Vuillaume’s St Cecile

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Paris violin maker Jean-Baptiste Vuillaume (1798-1875) achieved tremendous recognition during his lifetime for his beautiful and consistent workmanship and the responsiveness of his instruments. His workshop employed many of finest best violin and bow makers of the day. They produced instruments inspired by models from Stradivari, Guarneri del Gesu, Nicolo Amati, and Maggini. Some of these instruments were “bench copies” with skillfully antiqued varnish made as meticulously detailed replicas of especially notable instruments.

Capitalizing on his popularity, Vuillaume introduced the St. Cecile des Thernes line of violins to serve a broader audience of musicians. These instruments, produced from about 1844 until 1856, bear the image of St. Cecilia, the patroness of musicians, on the back of the violin. The banner below the image reads “St. Cecile des Thernes” (Thernes was the name of the town where his country house was located outside of Paris). The violins were constructed in the Mirecourt workshop of his brother Nicholas Vuillaume, and sent “in the white” to be finished and varnished in Jean-Baptiste Vuillaume’s Paris workshop, thus allowing Jean-Baptiste to maintain final control of the work and quality of his more affordable line of violins. A third and less expensive line of violins called the Stentor was also produced in the Nicholas Vuillaume workshop for sale in Paris, and these violins carry the “Stentor” moniker in a raised banner at the back of the pegbox.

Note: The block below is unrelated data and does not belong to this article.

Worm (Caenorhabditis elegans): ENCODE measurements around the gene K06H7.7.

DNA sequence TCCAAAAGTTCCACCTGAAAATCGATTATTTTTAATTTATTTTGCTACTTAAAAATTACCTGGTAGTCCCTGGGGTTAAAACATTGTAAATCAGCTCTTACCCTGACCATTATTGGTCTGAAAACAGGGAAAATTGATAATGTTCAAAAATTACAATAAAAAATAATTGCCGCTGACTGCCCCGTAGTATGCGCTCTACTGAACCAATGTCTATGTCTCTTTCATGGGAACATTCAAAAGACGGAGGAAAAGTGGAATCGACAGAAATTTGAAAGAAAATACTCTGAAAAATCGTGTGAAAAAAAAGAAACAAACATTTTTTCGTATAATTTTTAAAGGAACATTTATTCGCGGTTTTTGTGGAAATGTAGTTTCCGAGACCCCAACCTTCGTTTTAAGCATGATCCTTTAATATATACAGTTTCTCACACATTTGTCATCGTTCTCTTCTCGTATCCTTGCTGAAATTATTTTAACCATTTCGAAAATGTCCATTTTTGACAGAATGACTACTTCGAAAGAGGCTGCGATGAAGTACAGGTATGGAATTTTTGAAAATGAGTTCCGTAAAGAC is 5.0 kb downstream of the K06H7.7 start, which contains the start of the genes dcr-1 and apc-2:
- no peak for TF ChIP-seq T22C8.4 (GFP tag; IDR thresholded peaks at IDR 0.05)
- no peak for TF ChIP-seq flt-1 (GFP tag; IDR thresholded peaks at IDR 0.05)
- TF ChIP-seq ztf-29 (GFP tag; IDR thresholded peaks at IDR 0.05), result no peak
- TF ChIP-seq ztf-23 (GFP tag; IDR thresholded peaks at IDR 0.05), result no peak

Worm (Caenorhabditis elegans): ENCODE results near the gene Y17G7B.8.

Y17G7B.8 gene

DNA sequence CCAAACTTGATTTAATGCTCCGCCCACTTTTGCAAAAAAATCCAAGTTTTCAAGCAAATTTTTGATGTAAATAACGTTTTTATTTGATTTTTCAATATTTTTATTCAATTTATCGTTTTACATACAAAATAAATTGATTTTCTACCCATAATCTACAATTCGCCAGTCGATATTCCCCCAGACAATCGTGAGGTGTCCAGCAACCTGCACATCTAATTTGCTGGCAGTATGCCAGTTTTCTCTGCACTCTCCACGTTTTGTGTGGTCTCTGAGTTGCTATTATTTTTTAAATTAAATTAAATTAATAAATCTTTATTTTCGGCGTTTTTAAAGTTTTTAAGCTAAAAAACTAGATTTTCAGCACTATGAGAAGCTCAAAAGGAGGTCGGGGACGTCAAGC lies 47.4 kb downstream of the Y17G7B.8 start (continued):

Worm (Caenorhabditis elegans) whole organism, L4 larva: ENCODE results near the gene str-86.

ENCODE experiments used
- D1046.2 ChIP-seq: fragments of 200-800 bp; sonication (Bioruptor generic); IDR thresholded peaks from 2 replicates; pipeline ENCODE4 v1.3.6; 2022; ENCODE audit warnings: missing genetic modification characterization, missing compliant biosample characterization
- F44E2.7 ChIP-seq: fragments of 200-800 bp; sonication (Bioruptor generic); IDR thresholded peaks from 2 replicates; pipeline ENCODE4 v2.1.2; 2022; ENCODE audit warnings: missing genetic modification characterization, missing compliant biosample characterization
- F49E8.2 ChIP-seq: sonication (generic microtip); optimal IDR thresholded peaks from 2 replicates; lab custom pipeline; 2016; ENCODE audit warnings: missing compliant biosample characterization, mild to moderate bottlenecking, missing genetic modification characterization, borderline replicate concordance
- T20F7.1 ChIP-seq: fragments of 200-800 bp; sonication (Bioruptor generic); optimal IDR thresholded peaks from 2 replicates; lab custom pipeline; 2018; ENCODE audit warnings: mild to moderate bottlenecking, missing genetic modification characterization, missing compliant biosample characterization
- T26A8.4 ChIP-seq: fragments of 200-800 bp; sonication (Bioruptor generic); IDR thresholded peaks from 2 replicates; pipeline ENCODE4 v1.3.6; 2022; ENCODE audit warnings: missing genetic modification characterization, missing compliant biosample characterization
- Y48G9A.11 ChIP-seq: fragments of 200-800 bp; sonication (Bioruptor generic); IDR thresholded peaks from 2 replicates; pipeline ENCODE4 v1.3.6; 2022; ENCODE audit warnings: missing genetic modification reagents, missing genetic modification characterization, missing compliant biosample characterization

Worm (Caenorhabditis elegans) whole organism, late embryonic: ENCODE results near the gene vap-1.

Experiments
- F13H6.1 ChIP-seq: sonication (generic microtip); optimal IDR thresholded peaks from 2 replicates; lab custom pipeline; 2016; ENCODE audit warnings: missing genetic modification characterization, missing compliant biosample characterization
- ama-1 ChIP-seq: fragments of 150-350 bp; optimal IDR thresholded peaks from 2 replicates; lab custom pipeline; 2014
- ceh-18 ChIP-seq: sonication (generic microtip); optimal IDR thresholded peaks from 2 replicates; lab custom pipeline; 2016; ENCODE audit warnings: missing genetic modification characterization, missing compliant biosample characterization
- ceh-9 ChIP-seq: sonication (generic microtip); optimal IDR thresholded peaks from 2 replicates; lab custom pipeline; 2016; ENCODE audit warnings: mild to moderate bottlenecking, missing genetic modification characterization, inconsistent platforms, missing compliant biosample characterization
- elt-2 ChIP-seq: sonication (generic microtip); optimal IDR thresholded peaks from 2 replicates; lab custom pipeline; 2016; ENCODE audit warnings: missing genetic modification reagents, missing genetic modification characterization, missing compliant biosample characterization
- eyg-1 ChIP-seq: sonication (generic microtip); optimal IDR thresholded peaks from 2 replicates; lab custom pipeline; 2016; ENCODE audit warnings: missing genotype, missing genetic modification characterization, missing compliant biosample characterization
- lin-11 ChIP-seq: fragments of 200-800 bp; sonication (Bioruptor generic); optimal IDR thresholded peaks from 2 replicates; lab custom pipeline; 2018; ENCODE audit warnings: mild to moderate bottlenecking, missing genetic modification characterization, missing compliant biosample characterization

The Vuillaume St. Cecile we have for sale is a Stradivari model dated 1852. It has an attractive one-piece maple back and a body length of 358mm, a typical size for a Vuillaume Stradivari model. It is in particularly fine original condition, retaining its original neck, with a very clear, strong, and robust sound, and is suitable for any level of player.